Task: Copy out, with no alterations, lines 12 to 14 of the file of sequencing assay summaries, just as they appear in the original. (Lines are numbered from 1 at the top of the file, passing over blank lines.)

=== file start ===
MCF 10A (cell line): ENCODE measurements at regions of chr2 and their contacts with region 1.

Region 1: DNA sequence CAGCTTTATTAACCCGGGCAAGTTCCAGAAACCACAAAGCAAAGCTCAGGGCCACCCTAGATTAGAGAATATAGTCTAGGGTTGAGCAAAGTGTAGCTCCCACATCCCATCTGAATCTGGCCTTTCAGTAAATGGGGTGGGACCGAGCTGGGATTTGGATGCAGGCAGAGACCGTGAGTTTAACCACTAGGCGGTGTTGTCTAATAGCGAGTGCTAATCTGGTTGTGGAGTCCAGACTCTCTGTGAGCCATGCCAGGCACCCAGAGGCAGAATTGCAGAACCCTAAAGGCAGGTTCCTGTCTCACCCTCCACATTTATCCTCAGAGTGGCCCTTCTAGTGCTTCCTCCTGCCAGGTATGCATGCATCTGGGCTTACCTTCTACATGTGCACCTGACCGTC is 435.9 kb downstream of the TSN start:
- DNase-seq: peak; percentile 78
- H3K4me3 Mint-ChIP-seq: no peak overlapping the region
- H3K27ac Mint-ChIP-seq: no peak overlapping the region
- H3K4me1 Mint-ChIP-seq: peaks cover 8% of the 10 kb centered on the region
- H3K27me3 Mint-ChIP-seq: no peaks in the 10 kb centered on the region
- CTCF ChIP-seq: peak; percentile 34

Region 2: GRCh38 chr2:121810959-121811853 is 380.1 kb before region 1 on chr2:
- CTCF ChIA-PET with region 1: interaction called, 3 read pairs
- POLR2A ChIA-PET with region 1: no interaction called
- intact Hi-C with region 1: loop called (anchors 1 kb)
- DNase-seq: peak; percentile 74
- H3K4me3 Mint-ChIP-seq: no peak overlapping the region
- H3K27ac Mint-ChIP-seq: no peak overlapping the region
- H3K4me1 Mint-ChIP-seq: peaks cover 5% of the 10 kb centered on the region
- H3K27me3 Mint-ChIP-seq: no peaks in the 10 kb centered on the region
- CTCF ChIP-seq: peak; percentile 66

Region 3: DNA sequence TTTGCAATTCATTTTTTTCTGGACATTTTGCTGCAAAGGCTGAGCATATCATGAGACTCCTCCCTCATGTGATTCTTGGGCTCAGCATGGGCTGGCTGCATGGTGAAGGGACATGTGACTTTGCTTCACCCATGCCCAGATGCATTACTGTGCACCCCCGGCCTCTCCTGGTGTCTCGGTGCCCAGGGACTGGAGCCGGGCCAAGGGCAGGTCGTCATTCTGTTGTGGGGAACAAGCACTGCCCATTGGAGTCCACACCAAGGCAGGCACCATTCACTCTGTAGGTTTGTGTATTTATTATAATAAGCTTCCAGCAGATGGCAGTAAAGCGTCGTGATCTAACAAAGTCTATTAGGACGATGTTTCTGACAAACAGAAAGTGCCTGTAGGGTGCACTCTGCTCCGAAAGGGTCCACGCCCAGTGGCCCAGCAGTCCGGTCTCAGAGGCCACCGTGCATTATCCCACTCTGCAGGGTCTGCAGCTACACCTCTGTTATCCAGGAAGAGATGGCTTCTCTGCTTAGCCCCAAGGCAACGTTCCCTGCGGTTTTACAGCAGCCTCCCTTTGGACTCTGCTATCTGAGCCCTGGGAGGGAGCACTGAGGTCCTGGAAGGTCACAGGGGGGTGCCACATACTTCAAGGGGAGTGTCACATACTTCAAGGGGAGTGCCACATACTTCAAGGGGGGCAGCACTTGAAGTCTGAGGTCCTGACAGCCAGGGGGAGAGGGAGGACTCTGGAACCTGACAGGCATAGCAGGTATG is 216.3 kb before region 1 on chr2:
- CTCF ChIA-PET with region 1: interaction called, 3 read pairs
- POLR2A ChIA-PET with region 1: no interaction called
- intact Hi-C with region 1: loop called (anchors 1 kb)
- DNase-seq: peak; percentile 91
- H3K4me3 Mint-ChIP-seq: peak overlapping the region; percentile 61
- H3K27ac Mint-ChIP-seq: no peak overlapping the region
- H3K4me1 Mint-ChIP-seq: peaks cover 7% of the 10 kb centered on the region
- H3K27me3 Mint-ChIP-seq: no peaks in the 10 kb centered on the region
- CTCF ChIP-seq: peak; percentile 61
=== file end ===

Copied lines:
- intact Hi-C with region 1: loop called (anchors 1 kb)
- DNase-seq: peak; percentile 74
- H3K4me3 Mint-ChIP-seq: no peak overlapping the region